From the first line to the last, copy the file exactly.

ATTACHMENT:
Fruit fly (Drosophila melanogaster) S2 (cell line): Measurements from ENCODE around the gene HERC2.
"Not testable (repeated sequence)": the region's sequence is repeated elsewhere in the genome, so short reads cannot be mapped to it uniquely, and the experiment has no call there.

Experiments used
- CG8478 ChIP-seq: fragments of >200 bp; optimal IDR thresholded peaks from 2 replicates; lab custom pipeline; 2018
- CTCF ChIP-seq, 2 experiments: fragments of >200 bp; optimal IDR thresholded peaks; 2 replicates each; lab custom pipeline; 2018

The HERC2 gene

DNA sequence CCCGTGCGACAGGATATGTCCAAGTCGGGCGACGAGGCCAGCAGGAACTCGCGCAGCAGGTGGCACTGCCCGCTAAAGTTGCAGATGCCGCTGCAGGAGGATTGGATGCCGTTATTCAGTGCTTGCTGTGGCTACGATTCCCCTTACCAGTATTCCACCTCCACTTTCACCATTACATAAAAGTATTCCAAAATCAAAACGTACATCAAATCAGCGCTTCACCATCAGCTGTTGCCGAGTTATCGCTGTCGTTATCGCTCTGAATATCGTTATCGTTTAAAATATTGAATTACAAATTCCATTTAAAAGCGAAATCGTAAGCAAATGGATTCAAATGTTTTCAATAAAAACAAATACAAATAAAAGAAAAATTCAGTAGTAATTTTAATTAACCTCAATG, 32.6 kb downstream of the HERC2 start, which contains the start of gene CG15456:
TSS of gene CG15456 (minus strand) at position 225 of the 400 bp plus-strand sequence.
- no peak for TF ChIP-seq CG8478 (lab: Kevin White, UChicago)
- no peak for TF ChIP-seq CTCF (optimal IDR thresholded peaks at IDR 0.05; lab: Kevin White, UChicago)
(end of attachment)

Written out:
Fruit fly (Drosophila melanogaster) S2 (cell line): Measurements from ENCODE around the gene HERC2.
"Not testable (repeated sequence)": the region's sequence is repeated elsewhere in the genome, so short reads cannot be mapped to it uniquely, and the experiment has no call there.

Experiments used
- CG8478 ChIP-seq: fragments of >200 bp; optimal IDR thresholded peaks from 2 replicates; lab custom pipeline; 2018
- CTCF ChIP-seq, 2 experiments: fragments of >200 bp; optimal IDR thresholded peaks; 2 replicates each; lab custom pipeline; 2018

The HERC2 gene

DNA sequence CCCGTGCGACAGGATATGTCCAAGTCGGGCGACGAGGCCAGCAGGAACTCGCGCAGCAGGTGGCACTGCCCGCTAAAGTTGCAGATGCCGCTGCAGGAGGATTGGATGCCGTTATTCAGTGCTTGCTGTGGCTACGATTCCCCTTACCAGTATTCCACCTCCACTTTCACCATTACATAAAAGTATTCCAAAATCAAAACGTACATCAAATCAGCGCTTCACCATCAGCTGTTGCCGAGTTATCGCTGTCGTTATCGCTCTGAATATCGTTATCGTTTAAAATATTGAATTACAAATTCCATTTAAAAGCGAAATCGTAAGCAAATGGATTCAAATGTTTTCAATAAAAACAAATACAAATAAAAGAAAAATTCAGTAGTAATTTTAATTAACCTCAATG, 32.6 kb downstream of the HERC2 start, which contains the start of gene CG15456:
TSS of gene CG15456 (minus strand) at position 225 of the 400 bp plus-strand sequence.
- no peak for TF ChIP-seq CG8478 (lab: Kevin White, UChicago)
- no peak for TF ChIP-seq CTCF (optimal IDR thresholded peaks at IDR 0.05; lab: Kevin White, UChicago)